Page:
New York and Paris: Goupil & Co., 1856. Handcolored aquatint line and mezzotint engraving, 28 1/4 x 36 inches, on thick paper. Noticeable chips at three corners, small gouge at top right corner (all outside the plate mark and none of these affecting the image). Minor mat burn from earlier matting. Very good. Matted. Item #WRCAM56179
A vibrant and striking image of American campaign politics in the 1850s based on a painting by noted American artist George Caleb Bingham, featuring a white-suited politician leaning over a lectern and speaking to a large crowd of potential voters. George Caleb Bingham was born on a plantation in Virginia but grew up in Missouri, where he lived most of his life. He was largely a self-taught painter, but one with immense talents and instincts; creating - in addition to a steady output of dignified portraits - a series of genre paintings depicting, with a blend of grace and humor, the way of life of the people of the plains and the Missouri river. Bingham was himself a politician of some renown, with an interesting record of party hopping. Bingham served a term as a Missouri state Congressman for the Whig party beginning in 1848, sided with Lincoln and the Republicans during the Civil War, and then served as a delegate for the Democratic Party in 1872. At various times, he also served as Treasurer of Missouri, first chief of police in Kansas City, and the Adjutant-General of Missouri. Throughout his political career, Bingham also remained an artist, and left a catalogue of wonderful paintings, mostly concerned with frontier life along the Missouri River.
STUMP SPEAKING, painted in 1853-54, is the second of Bingham's election series crowd scenes, preceded by THE COUNTY ELECTION (painted in 1852) and followed by THE VERDICT OF THE PEOPLE (painted ca. 1854-55). These paintings, which are set in Bingham's home state of Missouri, reveal an artist concerned with the social nature of politics and elections in American life, and also the varying levels of commitment and attention these events evoke in the electorate. STUMP SPEAKING in particular contains the gamut of reactions by American voters to its central figure - a stumping politician at a lectern - as some people sit in rapt attention, others look up to the sky in obvious disinterest, while others are seen sleeping or lost in their own thoughts. The crowd is also composed of people from a wide range of social classes, from distinguished gentlemen to a comic figure in a tattered hat meant to represent the rural voter. An opposing candidate sits behind the speaker, taking notes; this man represents Bingham in self- portrait, waiting for his turn to speak.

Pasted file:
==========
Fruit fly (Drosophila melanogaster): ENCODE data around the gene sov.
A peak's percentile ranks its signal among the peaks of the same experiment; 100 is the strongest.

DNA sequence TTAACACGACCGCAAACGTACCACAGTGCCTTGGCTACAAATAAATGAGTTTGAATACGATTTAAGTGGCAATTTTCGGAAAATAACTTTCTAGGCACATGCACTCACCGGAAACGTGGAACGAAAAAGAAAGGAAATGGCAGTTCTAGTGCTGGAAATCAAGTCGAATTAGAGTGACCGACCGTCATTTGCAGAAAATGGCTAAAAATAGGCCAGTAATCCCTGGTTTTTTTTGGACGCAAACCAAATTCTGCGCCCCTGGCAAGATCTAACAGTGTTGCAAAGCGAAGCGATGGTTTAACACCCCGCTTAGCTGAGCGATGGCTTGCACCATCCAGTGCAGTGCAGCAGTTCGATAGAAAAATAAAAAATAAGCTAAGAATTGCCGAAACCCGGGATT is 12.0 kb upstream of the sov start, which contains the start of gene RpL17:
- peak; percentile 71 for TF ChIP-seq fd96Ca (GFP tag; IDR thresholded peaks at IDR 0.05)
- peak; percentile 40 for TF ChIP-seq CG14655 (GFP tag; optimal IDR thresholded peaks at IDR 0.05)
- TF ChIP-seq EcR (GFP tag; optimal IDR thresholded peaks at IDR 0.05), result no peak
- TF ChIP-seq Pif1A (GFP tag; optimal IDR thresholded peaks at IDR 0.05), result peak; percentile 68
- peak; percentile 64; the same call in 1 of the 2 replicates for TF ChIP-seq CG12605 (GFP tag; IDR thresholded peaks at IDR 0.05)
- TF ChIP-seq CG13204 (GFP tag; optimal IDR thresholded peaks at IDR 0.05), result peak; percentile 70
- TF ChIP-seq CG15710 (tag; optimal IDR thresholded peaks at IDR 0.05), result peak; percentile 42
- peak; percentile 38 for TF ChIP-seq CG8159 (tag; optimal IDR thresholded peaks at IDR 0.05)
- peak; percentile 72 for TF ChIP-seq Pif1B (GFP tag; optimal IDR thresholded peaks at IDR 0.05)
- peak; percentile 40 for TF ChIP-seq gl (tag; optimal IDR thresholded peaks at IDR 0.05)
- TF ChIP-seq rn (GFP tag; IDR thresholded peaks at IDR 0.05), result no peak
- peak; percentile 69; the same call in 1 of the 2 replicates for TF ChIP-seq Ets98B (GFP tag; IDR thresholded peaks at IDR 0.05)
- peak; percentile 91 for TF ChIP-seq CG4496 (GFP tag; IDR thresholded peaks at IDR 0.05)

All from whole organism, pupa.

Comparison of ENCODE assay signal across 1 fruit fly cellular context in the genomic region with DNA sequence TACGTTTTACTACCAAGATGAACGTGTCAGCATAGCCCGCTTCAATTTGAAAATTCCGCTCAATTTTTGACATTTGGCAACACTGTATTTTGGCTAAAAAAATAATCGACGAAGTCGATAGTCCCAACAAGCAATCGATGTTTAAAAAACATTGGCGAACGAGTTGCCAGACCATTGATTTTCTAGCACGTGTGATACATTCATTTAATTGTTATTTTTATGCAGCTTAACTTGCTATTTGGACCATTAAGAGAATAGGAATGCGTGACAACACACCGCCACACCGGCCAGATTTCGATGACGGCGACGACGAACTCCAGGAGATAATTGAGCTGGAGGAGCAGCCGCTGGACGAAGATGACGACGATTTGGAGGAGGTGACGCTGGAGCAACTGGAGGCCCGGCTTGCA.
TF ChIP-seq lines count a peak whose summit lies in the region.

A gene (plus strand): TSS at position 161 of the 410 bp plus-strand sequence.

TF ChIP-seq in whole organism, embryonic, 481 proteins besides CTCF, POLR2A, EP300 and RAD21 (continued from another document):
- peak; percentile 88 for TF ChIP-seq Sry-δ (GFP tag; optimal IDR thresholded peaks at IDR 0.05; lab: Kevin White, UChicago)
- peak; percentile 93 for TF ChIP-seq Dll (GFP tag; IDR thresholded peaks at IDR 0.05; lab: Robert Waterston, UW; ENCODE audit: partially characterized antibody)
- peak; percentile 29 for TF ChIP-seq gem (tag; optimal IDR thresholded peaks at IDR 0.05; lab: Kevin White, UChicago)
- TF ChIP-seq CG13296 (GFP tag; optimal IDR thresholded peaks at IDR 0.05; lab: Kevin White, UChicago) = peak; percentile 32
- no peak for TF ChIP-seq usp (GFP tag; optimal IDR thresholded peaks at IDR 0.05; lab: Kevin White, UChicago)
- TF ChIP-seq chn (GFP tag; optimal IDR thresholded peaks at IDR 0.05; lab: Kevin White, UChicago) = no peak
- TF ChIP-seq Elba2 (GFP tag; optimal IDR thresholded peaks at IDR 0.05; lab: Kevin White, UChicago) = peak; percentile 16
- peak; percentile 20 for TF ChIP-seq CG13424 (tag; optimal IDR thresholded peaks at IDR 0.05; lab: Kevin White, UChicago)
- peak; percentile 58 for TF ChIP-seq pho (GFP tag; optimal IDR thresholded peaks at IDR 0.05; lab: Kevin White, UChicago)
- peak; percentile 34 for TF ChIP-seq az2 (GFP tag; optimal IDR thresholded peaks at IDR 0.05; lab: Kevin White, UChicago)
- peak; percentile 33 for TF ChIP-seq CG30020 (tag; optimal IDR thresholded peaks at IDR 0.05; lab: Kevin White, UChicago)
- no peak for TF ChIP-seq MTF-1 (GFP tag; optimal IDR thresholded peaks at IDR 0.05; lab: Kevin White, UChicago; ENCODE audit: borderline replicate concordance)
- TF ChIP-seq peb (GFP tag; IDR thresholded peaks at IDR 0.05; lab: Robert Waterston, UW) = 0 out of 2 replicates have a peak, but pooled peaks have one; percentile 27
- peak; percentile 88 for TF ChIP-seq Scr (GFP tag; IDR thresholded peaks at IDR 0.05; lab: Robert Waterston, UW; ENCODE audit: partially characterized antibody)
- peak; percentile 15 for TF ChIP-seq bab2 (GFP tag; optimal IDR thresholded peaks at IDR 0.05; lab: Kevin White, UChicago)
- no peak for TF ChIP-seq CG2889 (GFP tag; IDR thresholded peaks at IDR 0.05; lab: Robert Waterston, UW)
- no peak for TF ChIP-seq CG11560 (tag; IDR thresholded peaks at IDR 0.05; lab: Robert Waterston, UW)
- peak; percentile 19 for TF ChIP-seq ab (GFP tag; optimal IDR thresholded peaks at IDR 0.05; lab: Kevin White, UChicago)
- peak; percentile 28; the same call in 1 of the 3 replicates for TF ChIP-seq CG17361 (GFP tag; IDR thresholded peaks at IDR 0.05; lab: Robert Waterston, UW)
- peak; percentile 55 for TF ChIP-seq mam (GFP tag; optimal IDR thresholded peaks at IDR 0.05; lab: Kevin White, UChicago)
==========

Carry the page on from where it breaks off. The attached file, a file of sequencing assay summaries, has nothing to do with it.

Opposite the stumping politician sits a similarly white-suited gentleman with square jaw in a white top hat, sitting bolt upright; this man is meant to represent the Whig alternative to the prevailing politics of the Democratic Party. His clean, sober, unaffected aspect is meant to position Whig politicians literally as unbending, contrasting the speaker, who bends to the people. A young boy sitting at left-center, counting a few coins in his hand, is thought to represent the small businessman. Some of the figures in the engraving stand in for contemporary Missouri politicians, including ex-governor Meredith Marmaduke and the stump speaker himself, who is said to represent Erasmus Sappington, a sometime opponent of Bingham's in past Missouri elections.
By the 1850s, engraving and lithography brought scenes like Bingham's STUMP SPEAKING to a much wider, and more democratic audience. Bingham's paintings were now reproducible in large quantities, and the rising middle class was capable of buying pieces of visual art that had eluded them a generation earlier. The firm that produced the present engraving, Goupil & Co., was based in Paris, but opened a branch office in New York in 1848. The present engraving was executed by Gautier after Bingham's painting, and was one of the last productions of Goupil's New York office under Adolphe Goupil's supervision before he sold the branch to its manager, Michael Knoedler.
Not in Reilly. A highly-important rendering of retail American politics in the mid-19th century. BLOCH, A CATALOGUE RAISONNÉ (1967), P10. BLOCH, THE PAINTINGS OF GEORGE CALEB BINGHAM A CATALOGUE RAISONNÉ (1986), 273. PETERS, AMERICA ON STONE, pp.197-98. WHO WAS WHO IN AMERICAN ART, 1564-1975 (1999) I, p.319. DAB II, pp.274-75; VI, pp.238-39.